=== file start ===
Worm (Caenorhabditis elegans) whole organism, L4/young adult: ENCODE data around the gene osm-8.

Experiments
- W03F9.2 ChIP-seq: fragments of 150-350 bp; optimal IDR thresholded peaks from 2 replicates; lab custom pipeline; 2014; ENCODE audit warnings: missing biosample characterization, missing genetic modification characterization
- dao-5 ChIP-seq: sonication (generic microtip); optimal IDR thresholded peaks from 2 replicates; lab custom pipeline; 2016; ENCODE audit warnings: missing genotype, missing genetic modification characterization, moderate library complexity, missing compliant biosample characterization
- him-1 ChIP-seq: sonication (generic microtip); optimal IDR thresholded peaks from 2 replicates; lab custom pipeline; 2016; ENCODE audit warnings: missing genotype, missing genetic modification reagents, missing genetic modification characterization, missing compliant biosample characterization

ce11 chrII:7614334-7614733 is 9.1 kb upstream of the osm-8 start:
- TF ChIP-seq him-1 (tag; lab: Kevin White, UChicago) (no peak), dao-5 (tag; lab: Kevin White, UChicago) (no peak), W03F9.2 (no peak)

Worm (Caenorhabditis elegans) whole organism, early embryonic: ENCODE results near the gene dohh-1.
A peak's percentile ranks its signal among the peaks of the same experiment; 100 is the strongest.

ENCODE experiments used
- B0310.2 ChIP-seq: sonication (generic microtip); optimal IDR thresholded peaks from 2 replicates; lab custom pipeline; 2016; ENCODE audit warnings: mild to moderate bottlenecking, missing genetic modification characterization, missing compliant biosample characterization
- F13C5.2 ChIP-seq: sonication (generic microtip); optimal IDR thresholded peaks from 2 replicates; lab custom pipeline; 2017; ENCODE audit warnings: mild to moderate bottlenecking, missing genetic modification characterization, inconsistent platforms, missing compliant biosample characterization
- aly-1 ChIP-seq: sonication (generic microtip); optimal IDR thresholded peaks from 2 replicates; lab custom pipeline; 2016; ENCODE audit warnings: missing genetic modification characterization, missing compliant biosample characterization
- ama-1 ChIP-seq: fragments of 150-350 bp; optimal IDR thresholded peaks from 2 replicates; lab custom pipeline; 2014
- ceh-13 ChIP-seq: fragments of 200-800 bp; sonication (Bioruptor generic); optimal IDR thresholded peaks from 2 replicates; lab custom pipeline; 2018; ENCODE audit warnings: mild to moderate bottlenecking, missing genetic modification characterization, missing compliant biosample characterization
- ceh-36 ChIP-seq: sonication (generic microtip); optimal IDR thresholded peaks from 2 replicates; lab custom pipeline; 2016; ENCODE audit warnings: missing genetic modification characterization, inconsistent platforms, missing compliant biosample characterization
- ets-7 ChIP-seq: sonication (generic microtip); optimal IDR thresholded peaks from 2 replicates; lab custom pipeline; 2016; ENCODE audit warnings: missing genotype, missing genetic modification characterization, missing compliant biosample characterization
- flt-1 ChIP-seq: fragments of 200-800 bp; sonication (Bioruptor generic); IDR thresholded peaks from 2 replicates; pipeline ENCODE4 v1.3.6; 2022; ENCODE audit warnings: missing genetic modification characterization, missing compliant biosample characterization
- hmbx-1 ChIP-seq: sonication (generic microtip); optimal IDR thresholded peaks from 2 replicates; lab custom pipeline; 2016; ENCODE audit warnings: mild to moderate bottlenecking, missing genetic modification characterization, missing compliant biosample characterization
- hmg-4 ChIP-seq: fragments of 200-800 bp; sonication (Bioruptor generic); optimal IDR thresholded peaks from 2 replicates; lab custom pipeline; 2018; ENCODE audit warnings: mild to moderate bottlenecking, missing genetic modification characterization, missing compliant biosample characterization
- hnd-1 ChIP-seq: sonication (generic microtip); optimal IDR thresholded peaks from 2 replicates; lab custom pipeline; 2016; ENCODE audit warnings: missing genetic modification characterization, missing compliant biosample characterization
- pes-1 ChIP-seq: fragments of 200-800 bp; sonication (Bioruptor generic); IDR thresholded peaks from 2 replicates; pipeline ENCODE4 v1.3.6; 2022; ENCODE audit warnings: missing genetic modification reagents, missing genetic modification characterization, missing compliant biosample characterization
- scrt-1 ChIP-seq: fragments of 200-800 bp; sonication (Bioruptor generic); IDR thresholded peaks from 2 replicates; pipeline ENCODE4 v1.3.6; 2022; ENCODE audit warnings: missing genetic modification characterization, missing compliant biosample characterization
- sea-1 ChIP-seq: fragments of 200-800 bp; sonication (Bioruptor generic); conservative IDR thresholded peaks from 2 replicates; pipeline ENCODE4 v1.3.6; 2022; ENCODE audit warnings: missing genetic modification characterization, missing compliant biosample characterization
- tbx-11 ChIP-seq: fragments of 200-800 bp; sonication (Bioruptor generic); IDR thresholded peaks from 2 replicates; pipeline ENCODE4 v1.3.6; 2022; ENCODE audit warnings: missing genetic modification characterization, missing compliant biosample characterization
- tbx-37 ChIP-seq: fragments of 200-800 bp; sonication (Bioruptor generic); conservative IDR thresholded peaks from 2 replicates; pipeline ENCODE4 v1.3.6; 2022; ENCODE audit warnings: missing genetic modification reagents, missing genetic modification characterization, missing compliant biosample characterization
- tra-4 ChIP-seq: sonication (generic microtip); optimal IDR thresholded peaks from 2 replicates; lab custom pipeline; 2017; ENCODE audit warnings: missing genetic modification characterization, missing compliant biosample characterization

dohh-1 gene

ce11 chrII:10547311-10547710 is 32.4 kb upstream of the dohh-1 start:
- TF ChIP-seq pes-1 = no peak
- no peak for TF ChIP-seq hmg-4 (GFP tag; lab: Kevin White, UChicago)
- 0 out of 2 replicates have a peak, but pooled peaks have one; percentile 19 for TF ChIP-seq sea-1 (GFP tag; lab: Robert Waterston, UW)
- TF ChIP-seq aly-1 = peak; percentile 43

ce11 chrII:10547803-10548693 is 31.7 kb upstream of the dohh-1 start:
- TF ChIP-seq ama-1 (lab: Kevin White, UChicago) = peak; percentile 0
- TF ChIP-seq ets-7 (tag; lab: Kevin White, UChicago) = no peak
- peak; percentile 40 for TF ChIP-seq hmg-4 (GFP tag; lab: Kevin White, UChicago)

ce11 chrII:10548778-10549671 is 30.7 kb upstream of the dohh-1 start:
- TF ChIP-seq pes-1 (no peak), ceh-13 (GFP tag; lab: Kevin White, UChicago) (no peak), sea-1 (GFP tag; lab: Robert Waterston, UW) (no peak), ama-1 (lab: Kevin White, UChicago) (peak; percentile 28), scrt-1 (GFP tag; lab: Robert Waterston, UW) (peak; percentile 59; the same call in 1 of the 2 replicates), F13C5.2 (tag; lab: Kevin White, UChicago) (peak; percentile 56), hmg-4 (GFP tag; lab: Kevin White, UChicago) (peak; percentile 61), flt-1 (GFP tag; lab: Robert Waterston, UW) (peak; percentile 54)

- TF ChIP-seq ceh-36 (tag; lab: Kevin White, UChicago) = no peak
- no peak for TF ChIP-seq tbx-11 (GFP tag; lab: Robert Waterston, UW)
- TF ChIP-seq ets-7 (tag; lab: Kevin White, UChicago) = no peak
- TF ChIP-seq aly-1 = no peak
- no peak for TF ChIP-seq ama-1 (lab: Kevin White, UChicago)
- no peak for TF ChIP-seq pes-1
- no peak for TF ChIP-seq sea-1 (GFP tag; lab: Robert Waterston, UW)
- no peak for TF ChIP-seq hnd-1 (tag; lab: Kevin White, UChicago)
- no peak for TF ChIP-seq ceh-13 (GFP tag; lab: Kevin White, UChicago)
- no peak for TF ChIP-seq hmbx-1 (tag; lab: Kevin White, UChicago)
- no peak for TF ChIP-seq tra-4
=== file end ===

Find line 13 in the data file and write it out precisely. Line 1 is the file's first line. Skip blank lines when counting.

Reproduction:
- aly-1 ChIP-seq: sonication (generic microtip); optimal IDR thresholded peaks from 2 replicates; lab custom pipeline; 2016; ENCODE audit warnings: missing genetic modification characterization, missing compliant biosample characterization